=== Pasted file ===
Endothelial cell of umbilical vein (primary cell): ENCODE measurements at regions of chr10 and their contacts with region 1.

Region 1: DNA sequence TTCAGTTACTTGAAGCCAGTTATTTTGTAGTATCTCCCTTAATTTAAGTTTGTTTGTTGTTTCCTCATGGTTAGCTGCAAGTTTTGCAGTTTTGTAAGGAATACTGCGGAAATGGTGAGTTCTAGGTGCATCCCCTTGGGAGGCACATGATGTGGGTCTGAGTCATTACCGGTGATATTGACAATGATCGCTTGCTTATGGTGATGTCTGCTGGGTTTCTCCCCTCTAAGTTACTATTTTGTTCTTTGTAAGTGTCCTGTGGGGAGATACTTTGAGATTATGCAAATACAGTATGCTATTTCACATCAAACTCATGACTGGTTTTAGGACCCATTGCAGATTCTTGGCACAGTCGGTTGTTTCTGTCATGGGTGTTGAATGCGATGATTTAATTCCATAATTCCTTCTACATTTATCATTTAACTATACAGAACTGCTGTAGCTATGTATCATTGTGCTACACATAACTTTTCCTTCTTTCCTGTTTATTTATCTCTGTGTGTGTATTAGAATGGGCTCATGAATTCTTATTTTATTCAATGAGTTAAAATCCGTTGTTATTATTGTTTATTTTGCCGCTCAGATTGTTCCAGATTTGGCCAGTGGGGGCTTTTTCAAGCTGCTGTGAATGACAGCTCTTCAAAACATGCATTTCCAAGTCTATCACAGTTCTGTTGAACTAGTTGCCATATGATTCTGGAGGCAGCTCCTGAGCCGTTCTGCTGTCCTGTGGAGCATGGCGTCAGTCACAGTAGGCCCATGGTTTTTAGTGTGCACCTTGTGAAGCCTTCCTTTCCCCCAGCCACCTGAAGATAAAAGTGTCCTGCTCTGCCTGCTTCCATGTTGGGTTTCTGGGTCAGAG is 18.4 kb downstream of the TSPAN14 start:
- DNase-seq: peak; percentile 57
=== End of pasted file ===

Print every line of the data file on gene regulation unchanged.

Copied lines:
Endothelial cell of umbilical vein (primary cell): ENCODE measurements at regions of chr10 and their contacts with region 1.

Region 1: DNA sequence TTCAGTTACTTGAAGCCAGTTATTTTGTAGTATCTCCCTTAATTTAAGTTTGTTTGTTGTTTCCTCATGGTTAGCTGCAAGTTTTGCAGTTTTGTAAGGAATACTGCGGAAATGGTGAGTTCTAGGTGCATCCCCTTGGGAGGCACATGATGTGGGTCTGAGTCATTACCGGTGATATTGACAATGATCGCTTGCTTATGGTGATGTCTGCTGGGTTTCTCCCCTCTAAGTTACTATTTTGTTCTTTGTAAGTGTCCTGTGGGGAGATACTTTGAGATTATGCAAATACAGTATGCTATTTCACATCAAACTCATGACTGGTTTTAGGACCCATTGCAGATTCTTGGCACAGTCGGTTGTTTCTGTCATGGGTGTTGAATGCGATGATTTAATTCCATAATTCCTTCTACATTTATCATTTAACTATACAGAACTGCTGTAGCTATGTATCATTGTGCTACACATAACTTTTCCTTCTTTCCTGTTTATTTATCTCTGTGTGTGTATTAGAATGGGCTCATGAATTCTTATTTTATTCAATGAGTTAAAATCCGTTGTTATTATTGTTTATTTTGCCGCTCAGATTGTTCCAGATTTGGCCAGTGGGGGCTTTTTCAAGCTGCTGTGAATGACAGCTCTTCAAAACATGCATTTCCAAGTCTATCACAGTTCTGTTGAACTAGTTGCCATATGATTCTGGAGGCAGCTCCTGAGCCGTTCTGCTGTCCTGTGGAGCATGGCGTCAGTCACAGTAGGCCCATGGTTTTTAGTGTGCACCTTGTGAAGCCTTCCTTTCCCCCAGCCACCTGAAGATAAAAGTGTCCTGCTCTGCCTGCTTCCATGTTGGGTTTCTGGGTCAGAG is 18.4 kb downstream of the TSPAN14 start:
- DNase-seq: peak; percentile 57